Figures show fire service response times are falling as repeated calls are made for a full-time crew in Sudbury

Sudbury's protest against the possible cuts to the fire service in the town and the possible loss of the town's second fire engine in 2015.
Sudbury's protest against the possible cuts to the fire service in the town and the possible loss of the town's second fire engine in 2015.

Latest figures from Suffolk Fire and Rescue Service show falling response times and fewer on-call firefighters.

The figures were presented to a meeting of the cross-party Suffolk Fire and Rescue steering group this week.

With the year’s final quarter figures still to be calculated, response times for the bulk of last year showed a worrying trend.

The number of fire crews arriving at a property fire within 11 minutes had dropped from 73.1 per cent in 2015 to 71.87 per cent in 2016.

Targets for a second crew arriving within 16 minutes, and those attending road traffic collisions within 13 minutes, had also dropped.

The availability of on-call firefighters was down on 2015, with the county-wide average falling by almost one per cent.

Suffolk County Council’s Labour Group fought against plans to replace Sudbury’s second fire engine with a rapid response vehicle and opposed full-time crews being removed in Bury St Edmunds and Ipswich.

The group’s spokesman for public protection, Peter Gardiner, said: “Coverage and safety are only getting worse. With so much accommodation above commercial premises in Sudbury, this is a serious concern for the town.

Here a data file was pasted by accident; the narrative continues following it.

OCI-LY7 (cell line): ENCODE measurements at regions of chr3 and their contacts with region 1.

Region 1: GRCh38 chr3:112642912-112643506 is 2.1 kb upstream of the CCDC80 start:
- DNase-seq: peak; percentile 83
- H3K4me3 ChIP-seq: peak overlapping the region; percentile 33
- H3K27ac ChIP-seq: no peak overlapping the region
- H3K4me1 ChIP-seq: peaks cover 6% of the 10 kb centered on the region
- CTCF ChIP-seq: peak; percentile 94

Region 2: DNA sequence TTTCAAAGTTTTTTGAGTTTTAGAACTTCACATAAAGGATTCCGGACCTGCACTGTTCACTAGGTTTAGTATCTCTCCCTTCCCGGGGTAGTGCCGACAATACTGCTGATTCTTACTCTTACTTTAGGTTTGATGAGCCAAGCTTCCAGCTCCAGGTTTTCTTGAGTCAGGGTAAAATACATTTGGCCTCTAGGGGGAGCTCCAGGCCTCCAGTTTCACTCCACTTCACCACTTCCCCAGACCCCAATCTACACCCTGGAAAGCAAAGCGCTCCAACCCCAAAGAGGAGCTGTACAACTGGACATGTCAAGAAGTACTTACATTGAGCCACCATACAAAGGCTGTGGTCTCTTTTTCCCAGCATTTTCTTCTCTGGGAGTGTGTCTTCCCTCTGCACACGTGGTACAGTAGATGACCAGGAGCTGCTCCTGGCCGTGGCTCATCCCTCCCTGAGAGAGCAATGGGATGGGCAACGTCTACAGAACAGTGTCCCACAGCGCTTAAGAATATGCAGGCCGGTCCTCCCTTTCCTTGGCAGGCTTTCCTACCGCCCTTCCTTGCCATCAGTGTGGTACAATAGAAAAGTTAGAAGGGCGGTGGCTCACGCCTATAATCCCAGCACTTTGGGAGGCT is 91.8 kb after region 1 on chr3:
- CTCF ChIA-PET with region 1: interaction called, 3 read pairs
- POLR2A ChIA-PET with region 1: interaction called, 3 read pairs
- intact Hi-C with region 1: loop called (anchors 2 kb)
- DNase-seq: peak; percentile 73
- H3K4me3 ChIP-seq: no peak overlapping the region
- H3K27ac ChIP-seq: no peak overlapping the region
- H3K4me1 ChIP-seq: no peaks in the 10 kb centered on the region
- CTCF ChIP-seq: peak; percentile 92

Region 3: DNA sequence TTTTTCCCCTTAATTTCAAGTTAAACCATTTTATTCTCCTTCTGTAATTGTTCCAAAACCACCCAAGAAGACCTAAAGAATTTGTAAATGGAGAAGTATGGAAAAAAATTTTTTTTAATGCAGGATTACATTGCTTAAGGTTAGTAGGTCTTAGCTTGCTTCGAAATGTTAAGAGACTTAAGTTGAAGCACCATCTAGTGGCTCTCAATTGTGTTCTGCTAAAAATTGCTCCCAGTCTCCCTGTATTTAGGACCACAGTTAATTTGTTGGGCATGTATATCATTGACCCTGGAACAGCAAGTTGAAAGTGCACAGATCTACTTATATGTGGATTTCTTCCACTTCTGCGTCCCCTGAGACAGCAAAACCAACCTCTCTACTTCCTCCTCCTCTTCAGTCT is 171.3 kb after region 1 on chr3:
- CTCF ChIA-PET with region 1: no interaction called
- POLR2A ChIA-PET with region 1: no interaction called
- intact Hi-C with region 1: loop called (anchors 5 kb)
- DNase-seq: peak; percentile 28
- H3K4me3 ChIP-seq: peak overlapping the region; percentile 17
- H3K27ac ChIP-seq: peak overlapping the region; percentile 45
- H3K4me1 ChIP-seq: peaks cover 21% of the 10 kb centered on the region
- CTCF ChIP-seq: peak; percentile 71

“Labour is pledging to fund a full-time day crew in Sudbury if they are leading the county council after May. 

“This would increase coverage for the town and the surrounding area and enable the fire inspections that are so important in preventing emergencies from occurring.”

Suffolk Fire Brigades Union secretary Roy Humphreys added: “Bringing back full-time firefighters would solve the recruitment problem for part-time firefighters in Sudbury. 

“We have been advertising for on-call firefighters for over a year and still have a number of vacancies, particularly during office hours.”

Matthew Hicks, county council cabinet member for public protection, said: “The Conservative administration has, over recent years, done everything possible to protect it against reductions in grant funding from the Government.”

He said there had been investment in fire stations, training facilities, fire engines, clothing and equipment, highlighting the operational launch of a new fleet of engines in Bury St Edmunds,

“Suffolk Fire and Rescue Service monitors and reports on its performance regularly,” added Mr Hicks.

“We continue to work hard to recruit on-call firefighters and will continue to introduce measures and more flexibility to improve the availability of on-call stations across the county.”